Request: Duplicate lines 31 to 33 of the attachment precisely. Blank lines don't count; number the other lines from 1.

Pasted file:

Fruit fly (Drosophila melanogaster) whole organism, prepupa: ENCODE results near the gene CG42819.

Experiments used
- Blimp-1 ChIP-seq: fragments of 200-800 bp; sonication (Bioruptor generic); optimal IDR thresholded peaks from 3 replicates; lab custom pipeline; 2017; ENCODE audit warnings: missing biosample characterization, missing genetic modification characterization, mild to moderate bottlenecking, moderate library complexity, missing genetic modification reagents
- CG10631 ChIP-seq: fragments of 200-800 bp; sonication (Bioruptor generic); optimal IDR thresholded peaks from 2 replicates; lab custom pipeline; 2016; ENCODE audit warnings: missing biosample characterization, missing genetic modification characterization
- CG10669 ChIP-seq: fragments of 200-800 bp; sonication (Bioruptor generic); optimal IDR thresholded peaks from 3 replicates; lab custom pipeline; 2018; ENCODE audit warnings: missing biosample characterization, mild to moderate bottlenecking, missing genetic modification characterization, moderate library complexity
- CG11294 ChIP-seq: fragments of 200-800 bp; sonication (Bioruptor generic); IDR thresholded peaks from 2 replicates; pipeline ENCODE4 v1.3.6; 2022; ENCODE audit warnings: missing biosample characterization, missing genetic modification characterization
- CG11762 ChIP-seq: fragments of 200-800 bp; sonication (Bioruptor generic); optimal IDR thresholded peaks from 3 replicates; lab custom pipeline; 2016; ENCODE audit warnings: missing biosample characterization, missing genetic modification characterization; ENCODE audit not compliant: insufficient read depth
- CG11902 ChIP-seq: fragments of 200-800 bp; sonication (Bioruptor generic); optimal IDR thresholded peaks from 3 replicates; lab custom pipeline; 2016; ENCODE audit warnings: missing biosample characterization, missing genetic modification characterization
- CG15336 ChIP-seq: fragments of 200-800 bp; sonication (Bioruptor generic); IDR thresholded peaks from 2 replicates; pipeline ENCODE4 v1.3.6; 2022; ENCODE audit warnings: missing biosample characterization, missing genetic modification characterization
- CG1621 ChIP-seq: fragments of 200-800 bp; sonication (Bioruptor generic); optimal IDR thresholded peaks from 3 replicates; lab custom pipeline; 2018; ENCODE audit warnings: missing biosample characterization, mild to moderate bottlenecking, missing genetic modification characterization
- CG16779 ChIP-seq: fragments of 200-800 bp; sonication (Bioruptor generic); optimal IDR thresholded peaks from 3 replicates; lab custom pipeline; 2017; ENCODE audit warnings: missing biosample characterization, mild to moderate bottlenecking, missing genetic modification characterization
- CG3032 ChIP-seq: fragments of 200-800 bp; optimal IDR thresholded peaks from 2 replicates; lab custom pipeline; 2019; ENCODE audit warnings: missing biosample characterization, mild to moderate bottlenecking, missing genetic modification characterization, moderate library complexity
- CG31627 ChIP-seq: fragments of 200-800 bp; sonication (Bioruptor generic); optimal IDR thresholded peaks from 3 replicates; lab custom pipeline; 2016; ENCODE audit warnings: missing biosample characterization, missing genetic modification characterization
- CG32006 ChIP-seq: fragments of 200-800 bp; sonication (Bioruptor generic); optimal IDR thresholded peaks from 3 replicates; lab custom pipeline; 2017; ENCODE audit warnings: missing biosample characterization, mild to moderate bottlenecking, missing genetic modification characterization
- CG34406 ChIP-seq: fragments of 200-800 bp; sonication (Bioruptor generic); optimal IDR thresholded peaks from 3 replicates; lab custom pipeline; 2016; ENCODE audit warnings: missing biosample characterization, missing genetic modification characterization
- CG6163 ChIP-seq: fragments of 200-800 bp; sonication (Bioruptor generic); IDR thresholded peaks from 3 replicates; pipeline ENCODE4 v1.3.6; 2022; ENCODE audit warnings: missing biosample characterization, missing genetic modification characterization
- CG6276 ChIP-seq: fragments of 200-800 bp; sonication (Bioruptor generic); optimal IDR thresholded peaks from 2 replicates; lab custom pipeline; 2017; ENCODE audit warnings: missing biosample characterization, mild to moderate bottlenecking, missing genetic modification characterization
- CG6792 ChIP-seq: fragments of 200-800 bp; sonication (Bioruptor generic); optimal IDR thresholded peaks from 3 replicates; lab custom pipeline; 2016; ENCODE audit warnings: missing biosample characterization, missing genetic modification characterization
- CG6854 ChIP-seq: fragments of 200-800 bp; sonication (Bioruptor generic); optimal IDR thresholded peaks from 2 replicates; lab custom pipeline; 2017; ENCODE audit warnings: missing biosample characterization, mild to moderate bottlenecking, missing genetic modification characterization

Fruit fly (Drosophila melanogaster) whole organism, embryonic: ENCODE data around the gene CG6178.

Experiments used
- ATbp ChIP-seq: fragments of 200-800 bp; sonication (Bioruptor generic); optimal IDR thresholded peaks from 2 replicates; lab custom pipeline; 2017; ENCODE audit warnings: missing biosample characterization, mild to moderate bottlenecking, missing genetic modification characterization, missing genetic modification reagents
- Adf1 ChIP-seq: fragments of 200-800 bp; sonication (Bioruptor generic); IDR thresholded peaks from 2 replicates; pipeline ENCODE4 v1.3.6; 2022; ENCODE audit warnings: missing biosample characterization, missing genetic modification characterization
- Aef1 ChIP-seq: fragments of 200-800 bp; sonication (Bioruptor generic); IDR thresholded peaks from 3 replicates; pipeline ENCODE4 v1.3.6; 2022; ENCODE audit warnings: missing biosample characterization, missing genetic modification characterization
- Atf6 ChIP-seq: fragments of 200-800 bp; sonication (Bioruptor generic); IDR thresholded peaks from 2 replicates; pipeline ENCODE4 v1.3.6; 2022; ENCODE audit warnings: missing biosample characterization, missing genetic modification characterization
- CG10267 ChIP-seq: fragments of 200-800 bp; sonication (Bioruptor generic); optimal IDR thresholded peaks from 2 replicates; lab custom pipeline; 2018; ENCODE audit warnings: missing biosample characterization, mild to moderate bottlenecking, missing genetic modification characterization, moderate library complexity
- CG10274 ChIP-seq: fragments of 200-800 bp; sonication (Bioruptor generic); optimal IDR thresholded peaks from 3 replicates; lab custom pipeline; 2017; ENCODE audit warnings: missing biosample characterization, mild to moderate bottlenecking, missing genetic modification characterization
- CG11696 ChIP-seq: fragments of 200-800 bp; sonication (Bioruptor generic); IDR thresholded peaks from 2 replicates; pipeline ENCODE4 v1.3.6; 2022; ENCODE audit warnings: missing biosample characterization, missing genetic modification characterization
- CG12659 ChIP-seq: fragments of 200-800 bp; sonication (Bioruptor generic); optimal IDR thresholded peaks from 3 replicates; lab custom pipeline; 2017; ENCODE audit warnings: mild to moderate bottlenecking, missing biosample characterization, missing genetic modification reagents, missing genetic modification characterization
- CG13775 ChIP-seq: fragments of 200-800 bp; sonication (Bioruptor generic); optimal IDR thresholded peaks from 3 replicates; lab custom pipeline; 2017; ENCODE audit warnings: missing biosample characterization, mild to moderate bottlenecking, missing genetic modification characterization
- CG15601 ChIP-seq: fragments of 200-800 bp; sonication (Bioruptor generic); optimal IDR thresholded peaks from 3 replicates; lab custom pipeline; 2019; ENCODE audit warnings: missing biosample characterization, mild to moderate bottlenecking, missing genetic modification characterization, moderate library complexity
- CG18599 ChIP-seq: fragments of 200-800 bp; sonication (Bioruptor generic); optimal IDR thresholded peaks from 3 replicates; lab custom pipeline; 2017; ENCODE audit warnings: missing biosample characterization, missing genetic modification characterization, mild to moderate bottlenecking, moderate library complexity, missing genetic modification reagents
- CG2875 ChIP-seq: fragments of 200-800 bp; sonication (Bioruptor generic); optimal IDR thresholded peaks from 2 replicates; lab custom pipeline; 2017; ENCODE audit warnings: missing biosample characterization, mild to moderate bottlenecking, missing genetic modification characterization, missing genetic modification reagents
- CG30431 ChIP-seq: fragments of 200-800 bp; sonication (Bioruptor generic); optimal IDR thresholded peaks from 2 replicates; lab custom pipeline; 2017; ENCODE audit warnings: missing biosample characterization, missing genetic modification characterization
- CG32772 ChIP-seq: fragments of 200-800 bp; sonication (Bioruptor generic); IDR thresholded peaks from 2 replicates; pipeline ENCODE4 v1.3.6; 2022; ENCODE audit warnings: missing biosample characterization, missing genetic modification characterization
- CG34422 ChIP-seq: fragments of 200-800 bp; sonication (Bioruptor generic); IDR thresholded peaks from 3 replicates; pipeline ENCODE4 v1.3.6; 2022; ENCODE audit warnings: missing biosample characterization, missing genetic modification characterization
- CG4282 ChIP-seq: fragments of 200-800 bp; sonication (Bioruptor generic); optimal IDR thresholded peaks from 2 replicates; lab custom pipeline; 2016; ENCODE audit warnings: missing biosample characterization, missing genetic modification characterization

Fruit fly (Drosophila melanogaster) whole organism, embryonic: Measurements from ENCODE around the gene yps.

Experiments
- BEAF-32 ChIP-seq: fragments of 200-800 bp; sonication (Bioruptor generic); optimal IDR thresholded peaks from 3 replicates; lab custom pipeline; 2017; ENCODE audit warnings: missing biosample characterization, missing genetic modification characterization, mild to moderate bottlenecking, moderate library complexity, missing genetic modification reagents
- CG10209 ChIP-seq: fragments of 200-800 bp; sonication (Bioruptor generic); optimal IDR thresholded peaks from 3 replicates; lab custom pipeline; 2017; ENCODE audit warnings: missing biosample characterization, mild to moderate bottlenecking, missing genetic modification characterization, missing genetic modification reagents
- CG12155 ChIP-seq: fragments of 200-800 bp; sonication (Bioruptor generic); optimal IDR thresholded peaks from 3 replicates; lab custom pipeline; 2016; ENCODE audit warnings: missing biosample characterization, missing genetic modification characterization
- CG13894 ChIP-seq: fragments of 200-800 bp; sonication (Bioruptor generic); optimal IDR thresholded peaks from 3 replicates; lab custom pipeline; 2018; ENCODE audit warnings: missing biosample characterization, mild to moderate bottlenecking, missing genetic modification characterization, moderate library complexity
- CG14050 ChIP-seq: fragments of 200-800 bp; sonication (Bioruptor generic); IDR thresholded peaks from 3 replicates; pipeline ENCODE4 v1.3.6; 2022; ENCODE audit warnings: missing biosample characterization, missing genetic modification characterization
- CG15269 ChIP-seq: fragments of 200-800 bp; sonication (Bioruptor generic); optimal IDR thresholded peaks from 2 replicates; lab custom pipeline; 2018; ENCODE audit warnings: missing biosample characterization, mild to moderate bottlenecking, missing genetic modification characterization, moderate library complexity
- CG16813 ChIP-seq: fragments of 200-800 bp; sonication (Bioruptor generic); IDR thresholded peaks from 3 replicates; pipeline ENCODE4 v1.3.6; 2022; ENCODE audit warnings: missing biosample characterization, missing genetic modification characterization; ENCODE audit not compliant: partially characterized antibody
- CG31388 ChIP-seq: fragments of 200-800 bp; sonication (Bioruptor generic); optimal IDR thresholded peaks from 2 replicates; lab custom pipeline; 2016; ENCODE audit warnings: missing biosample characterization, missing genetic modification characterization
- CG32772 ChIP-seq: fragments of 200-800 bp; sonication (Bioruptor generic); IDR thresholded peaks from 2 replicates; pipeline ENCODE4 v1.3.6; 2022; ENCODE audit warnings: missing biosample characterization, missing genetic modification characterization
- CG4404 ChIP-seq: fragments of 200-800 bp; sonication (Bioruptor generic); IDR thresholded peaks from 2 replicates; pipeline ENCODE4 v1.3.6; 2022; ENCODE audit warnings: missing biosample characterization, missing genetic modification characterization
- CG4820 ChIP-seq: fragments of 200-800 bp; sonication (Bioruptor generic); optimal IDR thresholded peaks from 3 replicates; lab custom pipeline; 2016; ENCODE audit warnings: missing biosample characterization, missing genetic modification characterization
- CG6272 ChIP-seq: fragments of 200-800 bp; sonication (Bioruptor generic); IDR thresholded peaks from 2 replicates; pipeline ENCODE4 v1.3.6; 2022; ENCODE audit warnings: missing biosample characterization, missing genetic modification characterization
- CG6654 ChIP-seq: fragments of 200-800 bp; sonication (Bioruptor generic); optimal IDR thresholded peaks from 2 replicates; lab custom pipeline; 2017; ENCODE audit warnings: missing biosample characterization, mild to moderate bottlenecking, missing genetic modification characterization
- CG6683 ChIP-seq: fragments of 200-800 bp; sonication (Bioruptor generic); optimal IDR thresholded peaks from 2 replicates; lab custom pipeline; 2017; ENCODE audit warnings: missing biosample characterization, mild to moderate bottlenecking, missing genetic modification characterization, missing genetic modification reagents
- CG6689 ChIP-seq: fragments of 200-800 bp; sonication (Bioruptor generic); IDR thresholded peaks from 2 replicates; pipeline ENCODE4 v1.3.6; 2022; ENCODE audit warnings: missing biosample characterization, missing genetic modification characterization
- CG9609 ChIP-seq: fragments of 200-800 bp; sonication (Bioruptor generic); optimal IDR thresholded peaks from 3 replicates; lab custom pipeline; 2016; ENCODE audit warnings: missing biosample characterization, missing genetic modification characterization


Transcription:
- CG15601 ChIP-seq: fragments of 200-800 bp; sonication (Bioruptor generic); optimal IDR thresholded peaks from 3 replicates; lab custom pipeline; 2019; ENCODE audit warnings: missing biosample characterization, mild to moderate bottlenecking, missing genetic modification characterization, moderate library complexity
- CG18599 ChIP-seq: fragments of 200-800 bp; sonication (Bioruptor generic); optimal IDR thresholded peaks from 3 replicates; lab custom pipeline; 2017; ENCODE audit warnings: missing biosample characterization, missing genetic modification characterization, mild to moderate bottlenecking, moderate library complexity, missing genetic modification reagents
- CG2875 ChIP-seq: fragments of 200-800 bp; sonication (Bioruptor generic); optimal IDR thresholded peaks from 2 replicates; lab custom pipeline; 2017; ENCODE audit warnings: missing biosample characterization, mild to moderate bottlenecking, missing genetic modification characterization, missing genetic modification reagents